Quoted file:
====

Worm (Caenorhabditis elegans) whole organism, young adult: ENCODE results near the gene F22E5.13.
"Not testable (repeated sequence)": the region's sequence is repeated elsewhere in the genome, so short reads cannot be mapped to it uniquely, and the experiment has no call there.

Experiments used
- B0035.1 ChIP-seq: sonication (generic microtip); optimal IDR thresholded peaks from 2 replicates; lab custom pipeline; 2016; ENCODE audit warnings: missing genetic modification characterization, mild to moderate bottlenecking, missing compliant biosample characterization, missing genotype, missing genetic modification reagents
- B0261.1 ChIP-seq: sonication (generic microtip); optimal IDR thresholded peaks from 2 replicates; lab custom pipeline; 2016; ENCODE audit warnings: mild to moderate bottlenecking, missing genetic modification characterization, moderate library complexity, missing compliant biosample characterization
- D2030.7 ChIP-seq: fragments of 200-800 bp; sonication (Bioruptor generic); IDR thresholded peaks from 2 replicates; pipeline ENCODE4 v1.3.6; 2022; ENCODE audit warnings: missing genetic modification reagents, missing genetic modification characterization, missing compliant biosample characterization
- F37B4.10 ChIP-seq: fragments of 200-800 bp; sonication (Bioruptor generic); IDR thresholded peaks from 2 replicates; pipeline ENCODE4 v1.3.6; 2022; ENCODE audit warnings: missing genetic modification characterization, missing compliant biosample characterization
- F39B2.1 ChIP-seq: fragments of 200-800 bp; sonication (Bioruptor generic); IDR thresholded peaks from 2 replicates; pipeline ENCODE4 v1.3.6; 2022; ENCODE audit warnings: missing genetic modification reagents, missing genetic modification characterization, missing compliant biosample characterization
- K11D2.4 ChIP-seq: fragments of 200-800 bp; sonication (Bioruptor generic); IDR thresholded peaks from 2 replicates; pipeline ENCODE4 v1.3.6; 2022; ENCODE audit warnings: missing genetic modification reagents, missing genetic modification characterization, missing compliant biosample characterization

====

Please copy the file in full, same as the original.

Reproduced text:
Worm (Caenorhabditis elegans) whole organism, young adult: ENCODE results near the gene F22E5.13.
"Not testable (repeated sequence)": the region's sequence is repeated elsewhere in the genome, so short reads cannot be mapped to it uniquely, and the experiment has no call there.

Experiments used
- B0035.1 ChIP-seq: sonication (generic microtip); optimal IDR thresholded peaks from 2 replicates; lab custom pipeline; 2016; ENCODE audit warnings: missing genetic modification characterization, mild to moderate bottlenecking, missing compliant biosample characterization, missing genotype, missing genetic modification reagents
- B0261.1 ChIP-seq: sonication (generic microtip); optimal IDR thresholded peaks from 2 replicates; lab custom pipeline; 2016; ENCODE audit warnings: mild to moderate bottlenecking, missing genetic modification characterization, moderate library complexity, missing compliant biosample characterization
- D2030.7 ChIP-seq: fragments of 200-800 bp; sonication (Bioruptor generic); IDR thresholded peaks from 2 replicates; pipeline ENCODE4 v1.3.6; 2022; ENCODE audit warnings: missing genetic modification reagents, missing genetic modification characterization, missing compliant biosample characterization
- F37B4.10 ChIP-seq: fragments of 200-800 bp; sonication (Bioruptor generic); IDR thresholded peaks from 2 replicates; pipeline ENCODE4 v1.3.6; 2022; ENCODE audit warnings: missing genetic modification characterization, missing compliant biosample characterization
- F39B2.1 ChIP-seq: fragments of 200-800 bp; sonication (Bioruptor generic); IDR thresholded peaks from 2 replicates; pipeline ENCODE4 v1.3.6; 2022; ENCODE audit warnings: missing genetic modification reagents, missing genetic modification characterization, missing compliant biosample characterization
- K11D2.4 ChIP-seq: fragments of 200-800 bp; sonication (Bioruptor generic); IDR thresholded peaks from 2 replicates; pipeline ENCODE4 v1.3.6; 2022; ENCODE audit warnings: missing genetic modification reagents, missing genetic modification characterization, missing compliant biosample characterization